In order to comply with what website application end users really need, we often need all the benefits of the proven specialized tools (for example, Alfresco for document management, Magento for ecommerce, WordPress for blogs, Gallery for photo galleries, Moodle for education), but without having to sacrifice the power, community, flexibility and excellence of Drupal.
Several clients need to integrate ecommerce functionality into their website application right now. And to be honest, what I need is the great usability of a good specialized framework without giving up Drupal. As a developer and not an experienced store manager, how can I be sure to offer those using my services the most advanced usability for their ecommerce needs? I need Drupal for most of their requirements, but I need, say, Magento too. To be honest, the question I need to answer is: Ubercart is the best Drupal based ecommerce solution; but this time is that going to be good enough for the end users?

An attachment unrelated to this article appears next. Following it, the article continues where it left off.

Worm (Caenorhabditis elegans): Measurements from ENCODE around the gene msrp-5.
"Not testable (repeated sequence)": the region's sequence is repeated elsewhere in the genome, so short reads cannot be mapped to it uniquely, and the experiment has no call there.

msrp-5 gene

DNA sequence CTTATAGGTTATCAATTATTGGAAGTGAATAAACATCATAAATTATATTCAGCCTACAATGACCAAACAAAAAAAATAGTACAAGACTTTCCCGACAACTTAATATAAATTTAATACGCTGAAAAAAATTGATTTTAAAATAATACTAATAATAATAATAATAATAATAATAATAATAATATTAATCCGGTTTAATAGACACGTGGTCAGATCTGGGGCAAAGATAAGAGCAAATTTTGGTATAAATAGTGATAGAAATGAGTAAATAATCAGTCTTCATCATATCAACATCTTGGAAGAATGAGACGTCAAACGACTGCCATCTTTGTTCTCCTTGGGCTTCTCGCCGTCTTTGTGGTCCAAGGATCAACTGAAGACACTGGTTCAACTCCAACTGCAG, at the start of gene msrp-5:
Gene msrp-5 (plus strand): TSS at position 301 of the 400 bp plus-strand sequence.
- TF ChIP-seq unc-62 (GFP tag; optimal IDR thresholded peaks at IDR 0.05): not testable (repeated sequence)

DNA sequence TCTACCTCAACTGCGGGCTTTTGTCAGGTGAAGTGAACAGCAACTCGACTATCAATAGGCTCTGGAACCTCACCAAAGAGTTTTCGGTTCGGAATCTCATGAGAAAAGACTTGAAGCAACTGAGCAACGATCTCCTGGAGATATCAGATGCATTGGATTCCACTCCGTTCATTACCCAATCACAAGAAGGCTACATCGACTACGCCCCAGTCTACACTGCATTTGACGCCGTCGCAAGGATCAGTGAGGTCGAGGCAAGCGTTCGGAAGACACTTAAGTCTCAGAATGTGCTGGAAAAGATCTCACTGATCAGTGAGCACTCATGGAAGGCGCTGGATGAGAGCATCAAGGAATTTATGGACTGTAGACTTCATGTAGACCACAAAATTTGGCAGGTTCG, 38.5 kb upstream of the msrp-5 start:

As a website application developer, I need to place reusability at the core of my kit of best practices. But reusability isn’t always about code, or modules, themes, or even whole frameworks; it’s often about tried and proven industry-wide well-trodden paths, a set of patterns upon which to build no matter what tools you use. Just as usability most often isn’t really about flashy widgets, it’s about an architecture that won’t paint you into a corner.
So I hit upon what I think is a novel idea: I decided to prototype the development with a best-of-breed specialized ecommerce framework in parrallel with Ubercart/Drupal, in order to gain insight into the kind of usability and architecture required. Then I could decide between integrating Drupal with Magento on the one hand (a la Promiscuous Drupal), or using Ubercart directly with Drupal to attain the same level of functionality.